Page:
’12 Years a Slave,’ ‘Carrie’ and other new movies, reviewed

October 18, 2013

In this week’s new movies, director Steve McQueen adapts the true story of Solomon Northup — a free man sold into slavery in the pre-Civil War south — in "12 Years a Slave." The film receives four stars. "Carrie" starring Chloe Grace Moretz and Julianne Moore, is a remake for a new generation, and the story's elements remain universal. Documentary "Mother of George" by Nigerian-born photographer Andrew Dosunmu receives four stars.


Solomon Northup (Chiwetel Ejiofor) is sold into slavery, eventually landing with cruel plantation owner Edwin Epps (Michael Fassbender). (Photo by Francois Duhamel – © 2013 - Fox Searchlight Pictures)

12 Years a Slave” (R) “Intense, unflinching, bold in its simplicity and radical in its use of image, sound and staging, '12 Years a Slave' in many ways is the defining epic so many have longed for to examine — if not cauterize — America’s primal wound. But it’s also a crowning achievement of a filmmaker whose command of the medium extends beyond mere narrative and its reductive, sentimental snares to encompass the full depth and breadth of its most expressive and transforming properties.” – Ann  Hornaday

Carrie” (R) “The original 'Carrie' could be read as a universal allegory of adolescence. Who hasn’t felt like a freak in high school, or fantasized about lashing out — or more often, inward — after being hurt or rejected? But more recent events — the Columbine massacre and the news, just this week, that a young Florida girl killed herself after being taunted by bullies who allegedly boasted about it online — have added resonance to the source material.” – Michael O’Sullivan

Escape Plan” (R) “Now, in case you’ve forgotten, neither Stallone nor Schwarzenegger can act. That’s why they make movies in which they don’t have to. One high point of the film is a slow-motion close-up of Schwarzenegger’s lined and gray-bearded face as he grabs a machine gun, preparing to open up some whoop-ass.” – Michael O’Sullivan

The Fifth Estate” (R) “…as a piece of filmed entertainment, 'The Fifth Estate' shows why things like authorial point of view and visual sensibility are so essential in bringing such stories to life. Unlike its most obvious predecessor, “The Social Network,” this film doesn’t have much of either, and the weakness shows.” – Ann Hornaday

I’m in Love with a Church Girl” (PG) “Atkins is actually a fairly decent actor, but the supporting cast members sound like they’re reading their lines. Even usually impressive performers, such as Vincent Pastore ('The Sopranos'), have a stilted delivery. The acting isn’t nearly as distracting as the music, however, which is constant and ham-handed.” – Stephanie Merry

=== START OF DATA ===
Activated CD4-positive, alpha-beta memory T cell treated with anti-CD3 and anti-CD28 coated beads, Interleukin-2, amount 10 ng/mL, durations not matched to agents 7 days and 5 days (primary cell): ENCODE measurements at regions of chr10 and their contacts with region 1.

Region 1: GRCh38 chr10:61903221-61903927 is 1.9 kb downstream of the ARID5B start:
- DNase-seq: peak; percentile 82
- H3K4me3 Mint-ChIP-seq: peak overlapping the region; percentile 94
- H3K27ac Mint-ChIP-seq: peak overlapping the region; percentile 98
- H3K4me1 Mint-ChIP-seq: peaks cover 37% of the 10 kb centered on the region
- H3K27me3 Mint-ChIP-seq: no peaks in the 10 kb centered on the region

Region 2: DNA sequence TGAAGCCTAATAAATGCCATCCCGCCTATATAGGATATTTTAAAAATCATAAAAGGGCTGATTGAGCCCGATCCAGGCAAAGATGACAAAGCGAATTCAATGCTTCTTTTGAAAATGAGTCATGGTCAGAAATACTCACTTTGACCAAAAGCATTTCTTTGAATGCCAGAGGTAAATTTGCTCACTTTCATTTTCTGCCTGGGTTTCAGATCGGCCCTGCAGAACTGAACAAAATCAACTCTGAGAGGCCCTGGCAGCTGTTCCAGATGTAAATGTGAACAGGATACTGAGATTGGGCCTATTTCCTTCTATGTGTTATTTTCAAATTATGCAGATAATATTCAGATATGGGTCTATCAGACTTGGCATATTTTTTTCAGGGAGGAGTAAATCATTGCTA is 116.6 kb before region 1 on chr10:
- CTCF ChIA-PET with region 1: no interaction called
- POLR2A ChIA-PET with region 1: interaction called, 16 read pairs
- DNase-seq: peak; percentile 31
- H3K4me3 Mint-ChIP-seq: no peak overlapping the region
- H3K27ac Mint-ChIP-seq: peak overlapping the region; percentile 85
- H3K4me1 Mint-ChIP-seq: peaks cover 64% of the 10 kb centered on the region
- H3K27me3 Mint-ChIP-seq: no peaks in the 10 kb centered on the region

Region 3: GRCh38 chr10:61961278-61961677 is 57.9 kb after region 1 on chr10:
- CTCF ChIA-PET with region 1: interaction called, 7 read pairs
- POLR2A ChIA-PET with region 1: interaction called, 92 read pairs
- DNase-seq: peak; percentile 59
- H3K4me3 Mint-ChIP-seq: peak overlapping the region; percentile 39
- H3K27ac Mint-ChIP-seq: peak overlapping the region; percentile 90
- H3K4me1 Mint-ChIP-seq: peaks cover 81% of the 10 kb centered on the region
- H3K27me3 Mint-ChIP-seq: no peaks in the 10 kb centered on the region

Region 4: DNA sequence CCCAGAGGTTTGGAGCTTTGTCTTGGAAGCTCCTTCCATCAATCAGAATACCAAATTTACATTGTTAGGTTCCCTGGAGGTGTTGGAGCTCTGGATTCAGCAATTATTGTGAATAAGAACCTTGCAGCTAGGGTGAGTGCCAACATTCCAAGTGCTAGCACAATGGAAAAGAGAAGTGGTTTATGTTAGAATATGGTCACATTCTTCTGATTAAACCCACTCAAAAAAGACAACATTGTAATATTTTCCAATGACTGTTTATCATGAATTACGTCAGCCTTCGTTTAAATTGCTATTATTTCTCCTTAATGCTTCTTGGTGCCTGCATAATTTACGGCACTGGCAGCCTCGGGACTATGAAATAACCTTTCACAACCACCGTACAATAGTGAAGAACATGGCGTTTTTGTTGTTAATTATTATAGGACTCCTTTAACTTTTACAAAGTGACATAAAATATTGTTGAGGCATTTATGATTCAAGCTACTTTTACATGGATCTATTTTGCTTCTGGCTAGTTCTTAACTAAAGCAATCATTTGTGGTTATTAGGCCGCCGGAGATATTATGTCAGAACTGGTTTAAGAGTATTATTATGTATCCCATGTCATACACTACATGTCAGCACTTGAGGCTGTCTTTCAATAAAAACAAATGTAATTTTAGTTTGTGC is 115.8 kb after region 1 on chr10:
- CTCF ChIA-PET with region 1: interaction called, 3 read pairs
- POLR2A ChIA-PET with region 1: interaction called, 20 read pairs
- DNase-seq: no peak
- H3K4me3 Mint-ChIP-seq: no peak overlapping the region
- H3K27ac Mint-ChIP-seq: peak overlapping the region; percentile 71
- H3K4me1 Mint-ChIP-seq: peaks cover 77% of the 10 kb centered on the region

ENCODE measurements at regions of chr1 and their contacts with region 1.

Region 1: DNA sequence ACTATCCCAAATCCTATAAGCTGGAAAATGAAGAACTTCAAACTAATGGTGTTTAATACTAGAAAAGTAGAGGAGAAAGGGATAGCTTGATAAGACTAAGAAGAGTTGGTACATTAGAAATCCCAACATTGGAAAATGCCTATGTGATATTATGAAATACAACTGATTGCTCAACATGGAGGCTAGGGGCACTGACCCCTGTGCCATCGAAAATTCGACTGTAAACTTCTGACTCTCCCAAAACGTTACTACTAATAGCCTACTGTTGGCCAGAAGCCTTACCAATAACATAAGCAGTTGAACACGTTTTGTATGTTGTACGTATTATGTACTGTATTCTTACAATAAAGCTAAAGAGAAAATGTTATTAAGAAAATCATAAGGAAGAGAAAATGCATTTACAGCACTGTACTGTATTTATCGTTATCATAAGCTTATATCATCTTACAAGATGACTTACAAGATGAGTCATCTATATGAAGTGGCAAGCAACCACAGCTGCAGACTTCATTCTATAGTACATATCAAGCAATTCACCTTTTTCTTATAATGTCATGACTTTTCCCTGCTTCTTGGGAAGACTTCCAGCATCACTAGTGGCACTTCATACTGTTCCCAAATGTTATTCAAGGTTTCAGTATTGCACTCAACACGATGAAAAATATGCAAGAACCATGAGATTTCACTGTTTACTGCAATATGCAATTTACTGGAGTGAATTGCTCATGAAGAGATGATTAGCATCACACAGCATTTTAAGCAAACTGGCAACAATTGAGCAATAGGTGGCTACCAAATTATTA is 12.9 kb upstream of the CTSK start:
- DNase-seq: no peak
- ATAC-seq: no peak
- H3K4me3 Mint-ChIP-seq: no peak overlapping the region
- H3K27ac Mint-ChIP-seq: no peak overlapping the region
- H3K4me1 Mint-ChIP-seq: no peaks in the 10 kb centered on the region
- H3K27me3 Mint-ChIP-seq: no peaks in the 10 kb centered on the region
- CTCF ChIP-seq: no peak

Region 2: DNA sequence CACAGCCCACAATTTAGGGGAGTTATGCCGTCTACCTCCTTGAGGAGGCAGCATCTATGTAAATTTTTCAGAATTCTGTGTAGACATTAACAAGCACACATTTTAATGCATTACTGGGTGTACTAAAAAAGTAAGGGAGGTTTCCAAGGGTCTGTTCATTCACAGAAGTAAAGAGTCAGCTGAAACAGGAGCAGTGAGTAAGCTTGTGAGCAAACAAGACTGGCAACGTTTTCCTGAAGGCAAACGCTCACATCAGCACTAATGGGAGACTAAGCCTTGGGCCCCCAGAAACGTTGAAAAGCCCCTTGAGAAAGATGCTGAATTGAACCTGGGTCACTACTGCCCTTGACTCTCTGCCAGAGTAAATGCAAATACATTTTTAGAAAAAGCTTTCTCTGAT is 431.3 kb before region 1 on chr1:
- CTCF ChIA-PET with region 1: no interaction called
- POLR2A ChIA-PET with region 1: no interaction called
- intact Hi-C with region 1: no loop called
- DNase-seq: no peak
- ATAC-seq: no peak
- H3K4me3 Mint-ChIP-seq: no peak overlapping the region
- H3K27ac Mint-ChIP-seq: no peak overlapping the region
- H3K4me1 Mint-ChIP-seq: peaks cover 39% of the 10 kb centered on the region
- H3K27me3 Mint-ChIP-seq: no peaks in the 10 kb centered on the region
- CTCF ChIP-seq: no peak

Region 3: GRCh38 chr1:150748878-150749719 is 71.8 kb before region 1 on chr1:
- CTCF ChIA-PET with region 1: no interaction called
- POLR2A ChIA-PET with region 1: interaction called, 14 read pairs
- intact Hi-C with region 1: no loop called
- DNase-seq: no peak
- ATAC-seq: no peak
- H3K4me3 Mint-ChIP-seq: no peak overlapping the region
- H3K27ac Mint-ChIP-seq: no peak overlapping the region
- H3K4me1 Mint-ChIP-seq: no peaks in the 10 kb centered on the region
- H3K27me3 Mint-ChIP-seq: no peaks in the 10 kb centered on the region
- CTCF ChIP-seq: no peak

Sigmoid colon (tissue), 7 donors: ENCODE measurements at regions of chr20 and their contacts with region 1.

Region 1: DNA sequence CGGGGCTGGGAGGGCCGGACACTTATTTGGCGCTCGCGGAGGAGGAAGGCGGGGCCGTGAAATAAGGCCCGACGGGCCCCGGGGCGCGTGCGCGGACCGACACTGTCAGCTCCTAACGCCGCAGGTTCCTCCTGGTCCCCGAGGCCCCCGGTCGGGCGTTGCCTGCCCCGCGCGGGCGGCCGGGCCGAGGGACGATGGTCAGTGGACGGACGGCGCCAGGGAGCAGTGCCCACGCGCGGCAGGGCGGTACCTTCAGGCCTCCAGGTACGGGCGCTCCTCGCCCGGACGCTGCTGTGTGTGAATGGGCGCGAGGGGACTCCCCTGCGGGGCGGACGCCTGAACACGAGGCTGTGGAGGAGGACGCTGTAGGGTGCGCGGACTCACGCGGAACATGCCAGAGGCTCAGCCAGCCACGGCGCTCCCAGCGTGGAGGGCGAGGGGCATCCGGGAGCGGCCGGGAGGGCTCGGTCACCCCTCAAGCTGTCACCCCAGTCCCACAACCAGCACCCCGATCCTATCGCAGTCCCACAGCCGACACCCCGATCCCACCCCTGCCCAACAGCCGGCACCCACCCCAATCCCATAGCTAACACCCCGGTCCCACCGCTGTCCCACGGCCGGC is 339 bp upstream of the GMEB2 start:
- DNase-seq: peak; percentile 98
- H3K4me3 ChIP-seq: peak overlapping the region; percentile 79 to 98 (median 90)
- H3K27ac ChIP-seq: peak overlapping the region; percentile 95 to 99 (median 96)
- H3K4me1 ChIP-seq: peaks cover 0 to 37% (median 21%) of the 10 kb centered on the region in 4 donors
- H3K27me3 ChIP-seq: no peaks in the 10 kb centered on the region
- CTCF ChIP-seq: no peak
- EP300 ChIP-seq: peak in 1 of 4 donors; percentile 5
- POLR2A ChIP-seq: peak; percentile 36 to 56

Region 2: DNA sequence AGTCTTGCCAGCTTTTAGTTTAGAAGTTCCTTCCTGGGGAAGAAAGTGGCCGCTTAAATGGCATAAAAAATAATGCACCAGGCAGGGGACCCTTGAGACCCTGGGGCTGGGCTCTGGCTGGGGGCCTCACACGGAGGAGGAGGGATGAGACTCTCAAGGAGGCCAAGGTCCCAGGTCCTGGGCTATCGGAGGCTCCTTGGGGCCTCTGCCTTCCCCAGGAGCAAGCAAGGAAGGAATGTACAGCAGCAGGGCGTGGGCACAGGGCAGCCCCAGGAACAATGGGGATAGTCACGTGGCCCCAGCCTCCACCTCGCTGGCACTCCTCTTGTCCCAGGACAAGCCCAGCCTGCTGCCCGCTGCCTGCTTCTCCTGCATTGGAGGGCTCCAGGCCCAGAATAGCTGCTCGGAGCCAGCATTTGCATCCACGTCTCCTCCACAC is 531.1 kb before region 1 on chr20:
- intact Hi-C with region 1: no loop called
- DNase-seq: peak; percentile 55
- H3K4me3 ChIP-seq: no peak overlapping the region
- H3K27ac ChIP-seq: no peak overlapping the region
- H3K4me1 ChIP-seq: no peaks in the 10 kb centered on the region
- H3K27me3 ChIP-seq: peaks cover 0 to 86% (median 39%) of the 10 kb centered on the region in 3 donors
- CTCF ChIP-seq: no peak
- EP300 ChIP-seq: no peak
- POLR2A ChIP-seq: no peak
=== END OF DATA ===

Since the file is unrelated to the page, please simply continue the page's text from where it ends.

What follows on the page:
Mother of George” (R) “The tensions that animate ‘Mother of George’ — between tradition and autonomy, culture and identity, loyalty and duty — clash in a highly pitched domestic melodrama that will be familiar to fans of the Ni­ger­ian genre known as Nollywood.” – Ann Hornaday

1/2 “Muscle Shoals” (PG) “The word 'magic' is mentioned a lot in 'Muscle Shoals,' a mesmerizing documentary that tries to explain, or at least place in context, the extraordinary success of FAME (founded by producer Rick Hall in the late 1950s) and Muscle Shoals Sound (a competing studio spun off in 1969 by members of FAME’s original house band, known as the Swampers). It’s as good a word as any to capture the ineffable quality of the Muscle Shoals sound” – Michael O’Sullivan

The Stream” (PG) “Feigley, in essence, has made a family-friendly version of Rob Reiner’s ‘Stand by Me.’ Awkward pre-teen characters wrestle with small crushes, big imaginations and equivalent coming-of-age obstacles on a lazy summer afternoon. Even the structures are comparable, with an older version of the main character narrating our action as he fondly reflects on his childhood memories.” – Sean O’Connell

"Wedding Palace" (Unrated) "The debut feature by director and co-writer Christine Yoo, 'Wedding Palace' boasts some neat moments. The animated sequences are rendered in a simulated-watercolor style, and there’s a funny bit with Jason’s grandmother and some tough-but-tender Latino guys." – Mark Jenkins

Macy L. Freeman is an editorial aide for the Weekend/Going Out Guide section at The Washington Post.
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